Science helps perfect the golf swing, says physiotherapist

Friday, October 5, 2007
Source: Australian Physiotherapy Association

Innovative professional golf coaches up with the latest techniques are using a combination of science and art to improve the golf swing of their charges. The advent of three-dimensional kinematic assessment and biofeedback, which is a system of tracking body movements and its analysis, has revolutionised the potential for faster retraining in the golf swing.

Brisbane sports physiotherapist Michael Dalgleish told delegates at the Australian Physiotherapy Association Conference Week (October 4-8) that kinematic assessment and biofeedback can be used as an injury treatment and prevention and, more importantly, as a performance enhancement tool. Mr Dalgleish calls kinematic assessment “the MRI for your golf swing”. Althoughit is used by elite golfers and sports institutes, particularly in the US, it is the average player who’s getting the most benefit from it, he says. So far in a commercial setting, there is just one machine in Brisbane and one in Melbourne.

 “A lot of the good players get on it when they’re playing well because they like to know what they are actually doing,” Mr Dalgleish says. “It’s pretty good to know what you’re doing when you’re good, so if you go off the rails, then you can look at what’s changed.” Normally, the analysis of movement is two-dimensional, such as watching a video. “So what we do with the three-D equipment is that we generate a magnetic field from a little box that sits on a tripod. On the person, they have three-dimensional coils on their wrist, on their forehead, on their upper back and on their lower back. “The coils create a weak current whenever they move in the magnetic field, so what happens when the person swings the golf club is that there are 140,000 data points for a golf swing of how they’re moving in the three planes instantaneously.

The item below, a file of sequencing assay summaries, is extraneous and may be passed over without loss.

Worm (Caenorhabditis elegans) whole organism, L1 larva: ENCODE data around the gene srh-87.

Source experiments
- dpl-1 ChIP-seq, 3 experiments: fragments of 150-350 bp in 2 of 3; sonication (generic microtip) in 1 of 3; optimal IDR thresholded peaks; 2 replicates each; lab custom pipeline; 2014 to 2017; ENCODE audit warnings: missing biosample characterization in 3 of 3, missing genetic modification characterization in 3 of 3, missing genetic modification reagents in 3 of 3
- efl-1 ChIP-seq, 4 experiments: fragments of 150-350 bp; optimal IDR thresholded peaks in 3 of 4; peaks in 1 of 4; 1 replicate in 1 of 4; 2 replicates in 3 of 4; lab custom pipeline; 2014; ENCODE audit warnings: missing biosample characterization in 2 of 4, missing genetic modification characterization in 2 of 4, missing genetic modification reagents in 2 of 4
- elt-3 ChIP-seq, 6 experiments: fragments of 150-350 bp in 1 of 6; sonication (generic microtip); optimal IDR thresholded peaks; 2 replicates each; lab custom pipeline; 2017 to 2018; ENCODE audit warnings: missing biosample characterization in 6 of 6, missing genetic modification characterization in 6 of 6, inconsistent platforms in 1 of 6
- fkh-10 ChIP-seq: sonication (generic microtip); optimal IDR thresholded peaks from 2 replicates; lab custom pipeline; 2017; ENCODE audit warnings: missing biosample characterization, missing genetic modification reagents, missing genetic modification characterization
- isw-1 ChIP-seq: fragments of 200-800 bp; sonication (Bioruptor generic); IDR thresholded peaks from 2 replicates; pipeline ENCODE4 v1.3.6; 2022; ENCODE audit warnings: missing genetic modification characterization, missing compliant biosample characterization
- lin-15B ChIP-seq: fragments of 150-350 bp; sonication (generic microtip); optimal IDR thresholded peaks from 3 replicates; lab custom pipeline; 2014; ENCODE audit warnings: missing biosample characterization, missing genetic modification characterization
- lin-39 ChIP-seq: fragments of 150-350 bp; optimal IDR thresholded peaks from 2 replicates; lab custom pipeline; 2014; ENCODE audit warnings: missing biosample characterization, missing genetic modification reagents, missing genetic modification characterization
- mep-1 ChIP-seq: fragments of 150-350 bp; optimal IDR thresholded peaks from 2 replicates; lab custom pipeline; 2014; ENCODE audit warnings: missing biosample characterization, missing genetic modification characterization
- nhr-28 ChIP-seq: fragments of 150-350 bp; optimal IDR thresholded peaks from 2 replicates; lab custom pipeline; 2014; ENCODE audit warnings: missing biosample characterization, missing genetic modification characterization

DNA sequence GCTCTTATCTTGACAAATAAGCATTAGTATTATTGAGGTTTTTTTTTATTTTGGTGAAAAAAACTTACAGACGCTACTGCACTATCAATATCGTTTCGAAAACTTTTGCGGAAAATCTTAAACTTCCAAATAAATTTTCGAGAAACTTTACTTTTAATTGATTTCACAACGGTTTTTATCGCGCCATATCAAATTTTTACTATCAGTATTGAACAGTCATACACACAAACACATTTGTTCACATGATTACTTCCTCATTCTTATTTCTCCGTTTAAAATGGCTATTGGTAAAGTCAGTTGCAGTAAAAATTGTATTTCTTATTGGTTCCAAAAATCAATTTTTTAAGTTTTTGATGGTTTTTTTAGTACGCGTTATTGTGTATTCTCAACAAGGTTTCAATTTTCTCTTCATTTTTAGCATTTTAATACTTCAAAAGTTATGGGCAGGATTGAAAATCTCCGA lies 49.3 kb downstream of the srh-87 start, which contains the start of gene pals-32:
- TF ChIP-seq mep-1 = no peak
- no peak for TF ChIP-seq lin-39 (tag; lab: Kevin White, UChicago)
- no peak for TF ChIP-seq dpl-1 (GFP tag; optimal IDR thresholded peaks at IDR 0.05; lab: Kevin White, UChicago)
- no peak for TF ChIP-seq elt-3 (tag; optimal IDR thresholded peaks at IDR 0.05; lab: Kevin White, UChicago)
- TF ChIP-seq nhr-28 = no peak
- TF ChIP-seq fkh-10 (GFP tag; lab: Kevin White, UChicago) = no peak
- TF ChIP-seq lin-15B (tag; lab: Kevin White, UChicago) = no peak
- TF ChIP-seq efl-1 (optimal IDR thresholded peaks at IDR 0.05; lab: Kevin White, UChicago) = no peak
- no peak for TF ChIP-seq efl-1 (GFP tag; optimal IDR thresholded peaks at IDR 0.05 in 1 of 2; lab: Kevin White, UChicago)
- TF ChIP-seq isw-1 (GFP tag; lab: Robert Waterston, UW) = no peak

“So you’ve got three translations and three rotations, if you like, that’s six degrees of freedom of movement. You can go forwards, backwards, you can go to the side and you can go up and down.” The CEO of a company called Golf Biodynamics, Dr Rob Neal, an expert in biomechanics, has done an optimisation model to analyse the numbers.

 “Effectively what that means is that we have been able to generate corridors ofhow your body should move in the golf swing. There are parameters or corridors which you have to be able to move in if you want to swing the golf club like the elite players. “The biofeedback allows you to see the parameters of the golf swing, which you couldn’t do with coaching. You get a beep if they fit in the corridor. I can see if you are in the eight to 12 degrees that you should be in. It beeps if you’re doing it correctly.”

The APA, which has organised the conference, is the peak professional body representing a membership of more than 12,000 physiotherapists in Australia. Michael Dalgleish is available for interviews and photos etc and has his 3D kinematic machine with him in Cairns.

For further information, contact the APA on 03 9534 9400, APA National
Manager – Public Policy Jonathon Kruger on 0402 208 104.